As a regular reader (and collector) of Washington-based political fiction, I couldn’t resist the premise of this first novel: H.L. Mencken and a young sidekick journalist, James M. Cain, investigate corruption (sex, bootlegging and murder) in the Harding administration.
Roy Hoopes, a career Washington journalist, certainly has the credentials to tell this story. The head of white hair he sports in his author photo suggests that he has witnessed his share of mischief in the capital, and there’s no doubt he knew Cain, his narrator: Hoopes has written an award-winning biography of Cain, a writer best known for novels that became film classics: “The Postman Always Rings Twice” (1934, filmed in 1946 and 1981), “Double Indemnity” (1936, filmed in 1944) and “Mildred Pierce” (1941, filmed in 1945). Cain’s short stories, novels and novelettes epitomize the hard-boiled style that flourished in the 1930s and ’40s, stories that are fast-paced, sexually driven, violent and melodramatic.
“Our Man in Washington” opens in 1923, just as rumors are spreading of corruption in the Harding administration. In search of material for a book, the young Cain has been asked to work with the celebrated Henry Mencken — author, columnist for the Baltimore Sun and editor of the Smart Set — who at 43 is nearing the peak of his influence as a journalist, philologist (a good Menckenian word) of the American language and caustic critic of American life and letters. When the duo board the train in Baltimore for the nation’s capital, they embark on an adventure that blends fact with fantasy as they unravel the skulduggery of the Harding presidency as it has never been unraveled before — that is, entertainingly.
These are the best-read, most literate investigators a reader could hope to encounter — though Mencken gets all the good lines. If you’re not familiar with Mencken, you’ll never find a better introduction, for Hoopes draws heavily on his writings. He was outrageous, droll, opinionated, an expert on everything, a philosophizer, a crank and a person who would have been a hell of a lot of fun to hang out with.
The plot kicks into gear when the duo meets Roxy Stinson, the beautiful (she’s tall and shapely, with reddish blond hair), intelligent (she reads the Smart Set) and savvy ex-wife of Jesse Smith, the bagman for an unsavory collection of Harding cronies known as the “Ohio Gang.” Both Cain and Mencken are seriously smitten with Roxy, who willingly becomes their key source of information about the Ohio Gang. When Jesse is found dead (he preferred men, but Roxy remained his best friend), the whodunit begins in earnest.
In the course of their investigation, Cain and Mencken visit with all the key players in the infamous Teapot Dome and other scandals of the Harding presidency, including a few who remained in the background, like Nan Britton (Harding’s mistress, and mother to the president’s illegitimate daughter), Florence Harding (the first lady, known to her friends as “the Duchess” and the backbone of the president and protector of his image) and Warren G. Harding, whom Mencken always refers to, unaffectionately, by his middle name, Gamaliel. Hoopes portrays Harding in a manner consistent with history’s low regard for him as a president, although Harding had already died by the time the scandals and Senate investigations that ruined his administration erupted.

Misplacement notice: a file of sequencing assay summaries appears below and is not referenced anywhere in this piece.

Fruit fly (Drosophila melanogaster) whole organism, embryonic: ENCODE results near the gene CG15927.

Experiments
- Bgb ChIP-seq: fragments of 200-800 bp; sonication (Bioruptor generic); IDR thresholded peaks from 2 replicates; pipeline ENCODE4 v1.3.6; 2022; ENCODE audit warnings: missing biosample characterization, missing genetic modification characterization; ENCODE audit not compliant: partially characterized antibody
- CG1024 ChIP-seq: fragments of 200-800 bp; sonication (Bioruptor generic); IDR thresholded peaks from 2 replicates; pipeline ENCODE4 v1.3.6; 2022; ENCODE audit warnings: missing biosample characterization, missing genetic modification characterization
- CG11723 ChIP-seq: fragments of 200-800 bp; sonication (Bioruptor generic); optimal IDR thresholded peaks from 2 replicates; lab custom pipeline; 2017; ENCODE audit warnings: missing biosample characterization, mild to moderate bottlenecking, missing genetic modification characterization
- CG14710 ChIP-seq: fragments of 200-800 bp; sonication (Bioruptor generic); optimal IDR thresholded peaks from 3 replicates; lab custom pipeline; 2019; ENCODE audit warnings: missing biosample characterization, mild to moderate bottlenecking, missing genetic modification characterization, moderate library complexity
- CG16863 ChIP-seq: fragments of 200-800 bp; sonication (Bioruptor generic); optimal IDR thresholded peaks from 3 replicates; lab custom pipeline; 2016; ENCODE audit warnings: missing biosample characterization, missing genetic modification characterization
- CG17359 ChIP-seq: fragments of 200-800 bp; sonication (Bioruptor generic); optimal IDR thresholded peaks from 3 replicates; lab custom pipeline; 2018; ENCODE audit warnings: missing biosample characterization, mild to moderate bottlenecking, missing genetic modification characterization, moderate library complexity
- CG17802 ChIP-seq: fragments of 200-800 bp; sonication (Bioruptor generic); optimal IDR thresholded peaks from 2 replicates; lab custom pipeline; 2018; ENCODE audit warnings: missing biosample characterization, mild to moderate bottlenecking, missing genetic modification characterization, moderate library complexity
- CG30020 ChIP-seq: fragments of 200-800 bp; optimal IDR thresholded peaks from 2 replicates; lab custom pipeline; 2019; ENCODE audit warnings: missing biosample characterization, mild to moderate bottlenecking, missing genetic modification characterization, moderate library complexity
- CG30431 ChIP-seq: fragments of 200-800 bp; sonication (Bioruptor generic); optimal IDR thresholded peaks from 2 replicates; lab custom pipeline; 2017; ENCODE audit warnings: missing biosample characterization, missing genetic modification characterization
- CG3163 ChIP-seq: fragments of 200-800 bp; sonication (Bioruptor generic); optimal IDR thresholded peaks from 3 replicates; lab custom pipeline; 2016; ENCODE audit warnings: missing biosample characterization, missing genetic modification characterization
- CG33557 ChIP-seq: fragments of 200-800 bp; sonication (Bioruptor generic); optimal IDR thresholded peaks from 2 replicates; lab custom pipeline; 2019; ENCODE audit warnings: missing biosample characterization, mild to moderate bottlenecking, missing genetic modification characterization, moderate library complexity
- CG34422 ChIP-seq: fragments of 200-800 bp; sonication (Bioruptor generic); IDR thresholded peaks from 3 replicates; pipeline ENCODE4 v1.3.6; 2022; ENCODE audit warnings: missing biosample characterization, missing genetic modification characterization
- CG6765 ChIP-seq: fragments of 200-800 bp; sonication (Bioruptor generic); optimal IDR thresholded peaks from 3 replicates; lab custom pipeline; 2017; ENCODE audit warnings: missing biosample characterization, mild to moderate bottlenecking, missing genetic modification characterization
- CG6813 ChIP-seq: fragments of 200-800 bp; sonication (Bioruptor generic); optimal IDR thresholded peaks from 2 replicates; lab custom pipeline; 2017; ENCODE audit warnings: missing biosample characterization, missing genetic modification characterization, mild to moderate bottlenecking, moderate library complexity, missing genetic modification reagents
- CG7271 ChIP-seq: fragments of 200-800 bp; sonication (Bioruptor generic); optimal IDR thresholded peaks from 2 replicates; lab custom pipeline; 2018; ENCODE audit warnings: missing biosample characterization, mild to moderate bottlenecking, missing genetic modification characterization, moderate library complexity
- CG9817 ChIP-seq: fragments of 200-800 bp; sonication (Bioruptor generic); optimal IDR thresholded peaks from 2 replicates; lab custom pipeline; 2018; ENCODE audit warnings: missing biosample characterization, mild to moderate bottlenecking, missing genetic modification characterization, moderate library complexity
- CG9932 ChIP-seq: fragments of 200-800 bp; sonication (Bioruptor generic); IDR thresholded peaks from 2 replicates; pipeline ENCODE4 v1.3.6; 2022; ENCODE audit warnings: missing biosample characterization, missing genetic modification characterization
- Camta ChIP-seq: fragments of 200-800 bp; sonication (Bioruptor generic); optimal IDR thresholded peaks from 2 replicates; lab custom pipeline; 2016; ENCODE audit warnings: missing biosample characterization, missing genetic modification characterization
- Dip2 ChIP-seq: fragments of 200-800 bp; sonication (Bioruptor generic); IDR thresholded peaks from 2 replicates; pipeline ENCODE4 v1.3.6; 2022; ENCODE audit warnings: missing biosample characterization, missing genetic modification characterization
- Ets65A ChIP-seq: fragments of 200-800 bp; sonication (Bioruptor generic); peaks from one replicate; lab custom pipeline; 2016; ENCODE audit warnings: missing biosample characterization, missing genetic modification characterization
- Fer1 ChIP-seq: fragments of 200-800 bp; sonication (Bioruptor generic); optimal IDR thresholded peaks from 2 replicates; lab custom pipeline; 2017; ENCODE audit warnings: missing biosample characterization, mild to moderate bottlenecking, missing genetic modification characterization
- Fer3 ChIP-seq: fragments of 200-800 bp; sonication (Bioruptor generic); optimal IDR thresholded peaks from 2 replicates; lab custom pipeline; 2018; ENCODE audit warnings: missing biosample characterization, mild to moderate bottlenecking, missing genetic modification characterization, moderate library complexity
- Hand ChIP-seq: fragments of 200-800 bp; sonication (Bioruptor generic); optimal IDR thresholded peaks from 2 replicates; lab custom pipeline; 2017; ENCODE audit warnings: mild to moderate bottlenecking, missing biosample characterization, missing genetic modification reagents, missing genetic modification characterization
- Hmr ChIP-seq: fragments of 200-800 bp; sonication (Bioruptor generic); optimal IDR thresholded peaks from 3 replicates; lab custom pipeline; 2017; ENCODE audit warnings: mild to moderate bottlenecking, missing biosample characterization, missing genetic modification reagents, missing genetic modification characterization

“Our Man in Washington” also has an uproarious subplot involving the theft of the famous Hope Diamond, the 45.5-carat sapphire blue rock then belonging to some close friends of the president and first lady, Ned and Evalyn McLean (at the time, they also own the Washington Post). When Roxy proves herself a serious student of Voltaire’s “Candide” during a thrilling moment at the resolution of the missing-diamond mystery, events become too personal (if not X-rated) for the cosmopolitan gentleman Henry Mencken, but not for Jim Cain, who has fallen in love with Roxy. Both the theft and the murder are nicely interwoven into the corruption investigation by Mencken and his young partner. Today, everything they found could be printed; in 1923 they worried about libel and privacy laws that protected public figures. But, as Mencken told the president, he wouldn’t have considered publishing stories of extramarital dalliances, anyway.
Unexpected people appear throughout the story. To mention but a few: When visiting Mr. and Mrs. McLean’s estate, Cain and Mencken stroll out to the first tee of the golf course, where Mencken introduces himself to the boy waiting to caddy. The boy is Shirley Povich, who will become Washington’s most admired sports columnist (and father of TV talk show host Maury). That’s one of the more esoteric cameos, but no one will miss Mary Roberts Rinehart, Valentino or Henry Luce, who has just started a new magazine called Time.
The book’s preface states that all of the novel’s characters were alive and active in 1923, but “most of what takes place here never happened, except in imagination.” Yet, 380 pages later, particularly after the nonfiction appendix detailing what became of each of the story’s principal characters, it’s hard to shake the feeling that you’ve had a peek at real history: Is this all merely well-told fiction, or did Cain learn facts from Mencken that in turn were shared with Hoopes?